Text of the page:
“I guess I’ll see you at the festival?” Marnie’s question pulled him back to reality and he nodded quickly before leaving the shop.
Normally, the proximity of the farm to Shane’s house was something he was thankful for. Tonight, though, he could’ve used a longer walk to clear his head. He found himself pacing near the pond at the southeastern corner of Dana’s property, the desire to run away back to the safety of his house growing stronger with each passing second.
Running away would probably be a relief to Dana. If she had accepted his invitation out of pity or had come to her senses after accepting, then it would probably be a nice surprise that she didn’t have to turn him down.
But on the off chance that Dana was still waiting for him… well, running away would ruin it. And as much as Shane didn’t want to be embarrassed or rejected, he certainly didn’t want to ruin whatever might be.
He trudged up to the farmhouse and shuffled on the porch for second, taking deep breaths and finally knocking on the door. Footsteps inside grew louder and louder until the door swung open and Shane couldn’t stop himself from letting out a tiny gasp.
He was beyond thankful he had chosen to wear his nice plaid shirt, even though it didn’t begin to compare to what Dana had on. She was wearing a purple dress and sandals. Her hair was free of its usual tight braid and was flowing like water down her back. Honestly, Shane thought Dana looked beautiful in her normal jeans and t-shirt outfit. But the sudden change to such a nice outfit was a nice surprise, and he had to admit that it looked quite stunning on her.
“Hey,” Dana said.
“Hey,” Shane said. “You… you look nice.” Dana’s cheeks gave the tiniest hint of a blush.
“You do too,” she said. “I like the plaid.” They stood in awkward silence for a moment before Shane realized he was supposed to do something other than gape at her.
“Uh… shall we?” he said, gesturing vaguely towards the south. Dana nodded, and they began walking in silence back down the path through her property.
When they finally reached Marnie’s ranch, the feelings of anxiety he had felt before started to return. He could picture the way all the villagers would stare at them when they walked onto the beach – their eyes would all burn through him with judgement. And surely they’d all have the same question on their tongues: Why is Dana wasting her time with someone like him?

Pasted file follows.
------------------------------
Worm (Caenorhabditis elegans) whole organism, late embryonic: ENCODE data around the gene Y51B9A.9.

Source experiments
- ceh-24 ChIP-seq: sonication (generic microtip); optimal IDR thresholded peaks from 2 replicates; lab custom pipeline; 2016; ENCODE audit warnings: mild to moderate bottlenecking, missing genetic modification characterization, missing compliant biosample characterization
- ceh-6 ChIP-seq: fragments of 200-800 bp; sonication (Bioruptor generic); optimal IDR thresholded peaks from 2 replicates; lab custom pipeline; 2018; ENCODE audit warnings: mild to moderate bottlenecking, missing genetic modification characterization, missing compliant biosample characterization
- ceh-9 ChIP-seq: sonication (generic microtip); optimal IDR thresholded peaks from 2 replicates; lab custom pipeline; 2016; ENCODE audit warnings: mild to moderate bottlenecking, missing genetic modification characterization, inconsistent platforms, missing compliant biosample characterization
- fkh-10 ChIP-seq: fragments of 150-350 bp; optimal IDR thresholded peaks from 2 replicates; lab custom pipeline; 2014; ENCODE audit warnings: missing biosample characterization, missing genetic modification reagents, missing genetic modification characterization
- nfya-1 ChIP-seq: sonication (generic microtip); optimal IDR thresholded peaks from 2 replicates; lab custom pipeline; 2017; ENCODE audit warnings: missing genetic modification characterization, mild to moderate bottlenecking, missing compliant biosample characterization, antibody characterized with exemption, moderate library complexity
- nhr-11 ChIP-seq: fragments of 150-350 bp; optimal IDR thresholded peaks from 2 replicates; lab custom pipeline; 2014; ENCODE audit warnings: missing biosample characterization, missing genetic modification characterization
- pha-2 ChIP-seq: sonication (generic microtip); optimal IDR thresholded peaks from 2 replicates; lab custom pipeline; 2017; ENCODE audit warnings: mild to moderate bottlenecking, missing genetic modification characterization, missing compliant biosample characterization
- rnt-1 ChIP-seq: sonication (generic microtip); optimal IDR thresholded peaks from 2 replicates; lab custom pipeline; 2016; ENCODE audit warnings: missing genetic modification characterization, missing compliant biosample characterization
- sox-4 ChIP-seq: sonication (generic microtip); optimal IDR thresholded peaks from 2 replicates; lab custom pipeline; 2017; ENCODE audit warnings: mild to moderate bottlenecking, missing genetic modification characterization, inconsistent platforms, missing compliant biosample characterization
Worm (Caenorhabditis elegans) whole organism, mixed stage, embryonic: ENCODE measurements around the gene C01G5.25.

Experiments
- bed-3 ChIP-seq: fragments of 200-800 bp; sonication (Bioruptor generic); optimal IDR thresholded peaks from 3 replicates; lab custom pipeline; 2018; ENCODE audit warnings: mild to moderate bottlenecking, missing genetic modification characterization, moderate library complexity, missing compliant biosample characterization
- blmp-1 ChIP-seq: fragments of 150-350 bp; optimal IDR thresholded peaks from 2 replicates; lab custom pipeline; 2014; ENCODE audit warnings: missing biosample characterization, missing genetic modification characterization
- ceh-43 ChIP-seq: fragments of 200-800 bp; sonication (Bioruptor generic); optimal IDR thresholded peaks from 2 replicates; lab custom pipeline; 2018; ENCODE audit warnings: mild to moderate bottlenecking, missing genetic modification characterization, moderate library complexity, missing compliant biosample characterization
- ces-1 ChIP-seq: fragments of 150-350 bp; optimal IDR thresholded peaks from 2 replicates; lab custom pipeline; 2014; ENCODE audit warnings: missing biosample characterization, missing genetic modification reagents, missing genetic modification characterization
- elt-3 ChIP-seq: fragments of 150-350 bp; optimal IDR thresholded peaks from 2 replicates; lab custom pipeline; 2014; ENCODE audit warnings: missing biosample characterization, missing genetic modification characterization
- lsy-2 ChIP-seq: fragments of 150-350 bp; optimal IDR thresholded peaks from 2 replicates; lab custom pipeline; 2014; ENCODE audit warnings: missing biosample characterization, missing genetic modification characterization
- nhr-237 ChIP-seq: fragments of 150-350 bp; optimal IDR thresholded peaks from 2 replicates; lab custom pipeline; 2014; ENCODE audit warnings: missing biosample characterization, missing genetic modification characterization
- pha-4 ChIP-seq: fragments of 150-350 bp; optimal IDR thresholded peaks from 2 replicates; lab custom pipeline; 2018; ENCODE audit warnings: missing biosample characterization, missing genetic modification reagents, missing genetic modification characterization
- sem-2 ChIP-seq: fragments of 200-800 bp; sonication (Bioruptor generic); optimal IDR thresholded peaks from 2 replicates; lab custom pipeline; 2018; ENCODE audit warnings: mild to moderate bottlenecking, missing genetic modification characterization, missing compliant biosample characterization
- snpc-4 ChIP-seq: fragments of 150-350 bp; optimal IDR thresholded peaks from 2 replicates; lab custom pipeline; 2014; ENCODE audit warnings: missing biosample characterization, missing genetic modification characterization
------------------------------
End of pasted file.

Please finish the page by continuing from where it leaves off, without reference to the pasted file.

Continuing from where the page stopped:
Maybe Dana didn’t realize the trap they were talking into. She had only been in town for two seasons, after all. Maybe she wasn’t accustomed to the small-town gossip they’d likely endure.
“Hey,” Shane said suddenly, surprised by his own voice. But the words seemed to have minds of their own, and he couldn’t stop himself from talking. “Just so you know… once we show up to the festival together, people will… talk.” He glanced up at her, but her expression was unreadable.
“Probably,” she said after some hesitation. Shane sighed.
“Are you okay with that?” he asked. The corners of her mouth turned up slightly.
“Yes,” she said. “Are you?” Shane laughed.
“Yeah,” he said. “Of course.”
“Good,” she said.
The silence fell back between them as they crossed over the bridge that led to the beach. It seemed most everyone was already gathered on the docks, and Shane was convinced they all simultaneously turned their heads to stare at the two of them as they entered. He felt his face burn red and became suddenly hyper-aware of his hands. Should he be holding Dana’s? Probably not. He crossed his arms over his chest to make sure their hands wouldn’t bump, then thought perhaps that looked too harsh. He unfolded his arms and let them fall, clasping his hands against his thighs.
“Shane, it’s alright,” Dana said, chuckling.
“How are you so calm?!” he hissed, too nervous to be embarrassed by his forwardness. Dana laughed.
“Well we can’t both be nervous messes,” she said. “But don’t worry. I got all my nerves out earlier by texting Abigail obsessively about what I should wear.” He looked at her in surprise and exhaled sharply.
“Really?” he asked. “You seem so calm and unfazed now.” She shrugged.
“I’m a pro at bottling it all up and pushing it away,” she said. Shane laughed.
“I’ll need lessons in that from you,” he said. “Alright… here goes nothing.” The two of them walked onto the docks, joining the large crowd there.
Shane looked over to see Abigail waving wildly and practically skipping over to them.
“Hey Abigail,” Dana said.
“Wow, you look nice,” Abigail said. “And so do you, Shane.” Shane was surprised to feel himself blushing. “Can I just say it’s about damn time you two got together?”
“Abigail…” Dana started with a warning tone, but Abigail didn’t seem to hear her.
“You two have been pining over each other for, what, over a season now?” she continued. “I swear I was going to ask her out for you, Shane! Some nights in the saloon, I could’ve sworn you could cut the sexual tension with a kni-“
“Abigail!” Dana yelped, her face almost matching her dress. Shane would’ve felt embarrassed too, if Dana’s reaction hadn’t been so adorable.
“What?” Abigail said. “I only speak the truth.”